We shouldn’t forget the obvious impact of climate change – heat
What’s happening? An extreme heatwave has led to deaths across the north-west region of North America. The US state of Oregon reported 63 deaths linked to the heatwave while the Canadian province of British Columbia reported at least 486 sudden deaths over five days. The heatwave was caused by the emergence of a “heat dome” – weather that traps heat and prevents other weather systems from moving in. Climate change is likely to have contributed to the event. (Reuters)
Why does this matter? The heat dome serves as a stark reminder of the changing conditions on Earth as a result of human activity. While climate change is often characterised as changing weather conditions, increased or decreased rainfall or more intense storms, what’s happening over North America brings us back to the fundamentals. It’s going to get hotter. And, as temperatures of 49C in British Columbia – British Columbia – demonstrate, “nowhere is safe”.
What’s causing it? A high-pressure atmospheric system lodged itself over the Pacific Northwest, trapping warm air and stopping relatively cool air from the ocean from cooling the land, “like a bubbling saucepan with a lid on”. The high-pressure system is linked to wider ocean-atmospheric weather phenomenon and is more likely during a La Ninayear, as we are experiencing now.
The event is similar to the lingering heatwave that occurred in Western Europe in 2019. The jet stream in the upper atmosphere of the northern hemisphere is connected to these events. The stream takes the form of a wave-like pattern, with fluctuations known as Rossby waves, and when these waves become particularly pronounced they can bring more warm air up from the south. When this happens, the progression from west to east of these large-scale heat domes can be stalled, locking them in place.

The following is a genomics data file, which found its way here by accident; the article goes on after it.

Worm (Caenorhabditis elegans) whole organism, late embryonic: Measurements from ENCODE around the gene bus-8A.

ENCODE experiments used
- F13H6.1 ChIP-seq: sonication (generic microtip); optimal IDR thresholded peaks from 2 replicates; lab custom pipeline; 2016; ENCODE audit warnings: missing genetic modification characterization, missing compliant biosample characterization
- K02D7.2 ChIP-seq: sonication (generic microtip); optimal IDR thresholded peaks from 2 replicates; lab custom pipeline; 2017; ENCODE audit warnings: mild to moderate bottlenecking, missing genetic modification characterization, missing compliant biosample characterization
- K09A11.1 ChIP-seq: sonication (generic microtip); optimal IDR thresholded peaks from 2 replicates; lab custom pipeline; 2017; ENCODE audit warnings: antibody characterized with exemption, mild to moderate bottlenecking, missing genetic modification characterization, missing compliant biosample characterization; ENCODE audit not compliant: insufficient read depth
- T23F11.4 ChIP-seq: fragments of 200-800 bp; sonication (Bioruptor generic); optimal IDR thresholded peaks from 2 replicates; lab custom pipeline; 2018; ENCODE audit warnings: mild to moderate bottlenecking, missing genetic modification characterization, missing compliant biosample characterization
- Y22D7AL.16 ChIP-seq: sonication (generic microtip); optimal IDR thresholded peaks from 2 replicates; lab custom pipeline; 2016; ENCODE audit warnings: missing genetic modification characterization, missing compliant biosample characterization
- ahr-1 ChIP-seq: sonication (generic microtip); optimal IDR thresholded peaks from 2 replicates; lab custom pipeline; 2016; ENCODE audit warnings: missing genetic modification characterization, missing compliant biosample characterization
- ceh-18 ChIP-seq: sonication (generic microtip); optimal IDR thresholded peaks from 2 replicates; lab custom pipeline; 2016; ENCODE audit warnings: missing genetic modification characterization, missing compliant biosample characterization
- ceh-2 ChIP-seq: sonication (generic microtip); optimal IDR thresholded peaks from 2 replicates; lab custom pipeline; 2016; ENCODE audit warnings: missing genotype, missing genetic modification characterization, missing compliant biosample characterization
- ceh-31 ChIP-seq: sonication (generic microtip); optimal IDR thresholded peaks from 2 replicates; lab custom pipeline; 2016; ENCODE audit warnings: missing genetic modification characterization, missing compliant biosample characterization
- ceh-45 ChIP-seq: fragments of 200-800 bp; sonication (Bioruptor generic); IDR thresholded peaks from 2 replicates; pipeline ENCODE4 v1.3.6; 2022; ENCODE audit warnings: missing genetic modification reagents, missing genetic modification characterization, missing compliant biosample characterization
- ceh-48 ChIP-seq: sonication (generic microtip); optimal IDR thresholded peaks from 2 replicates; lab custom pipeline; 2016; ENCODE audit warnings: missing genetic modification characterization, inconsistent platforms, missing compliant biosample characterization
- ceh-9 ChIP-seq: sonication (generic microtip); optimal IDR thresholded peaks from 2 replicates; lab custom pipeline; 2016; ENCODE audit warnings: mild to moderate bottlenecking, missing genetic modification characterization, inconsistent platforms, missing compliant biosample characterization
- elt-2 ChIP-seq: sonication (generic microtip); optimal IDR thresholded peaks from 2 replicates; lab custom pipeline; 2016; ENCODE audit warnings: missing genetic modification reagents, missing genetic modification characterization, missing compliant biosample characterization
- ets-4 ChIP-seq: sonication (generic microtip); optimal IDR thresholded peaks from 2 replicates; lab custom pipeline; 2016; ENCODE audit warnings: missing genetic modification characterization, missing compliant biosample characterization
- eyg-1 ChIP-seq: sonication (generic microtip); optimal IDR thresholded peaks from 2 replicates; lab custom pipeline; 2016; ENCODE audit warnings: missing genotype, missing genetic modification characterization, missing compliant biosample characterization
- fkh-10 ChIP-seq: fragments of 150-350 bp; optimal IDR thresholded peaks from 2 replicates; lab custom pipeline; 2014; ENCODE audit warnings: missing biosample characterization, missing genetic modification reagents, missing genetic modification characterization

The bad news? Climate change is projected to make these jet stream changes more likely.
What are the impacts? Disruptions of power supplies and the increased probability of wildfires are two that have made headlines, but there is a more fundamental consideration – the impacts on human health, as starkly illustrated above.
The human body can only survive within a certain temperature range, and humidity has a significant influence on what that range is. The “wet bulb” temperature, which relates to the temperature and humidity combination at which water will stop evaporating off a wet temperature bulb, is a key indicator. At this point, evaporation cannot cool the bulb as the air is saturated with water. As humans use perspiration to cool themselves, if the wet bulb is breached, even in shade, a person’s body temperature can rise continuously. At this point cells will begin to deteriorate and the body will shut down.
Unfortunately, the prevalence of such heat extremes, which prevent people from going outside for more than a few hours, are increasing around the world faster than expected. Such stark events highlight the need to get a handle on emissions to limit the spread of areas that will, basically, become functionally inhabitable by humans.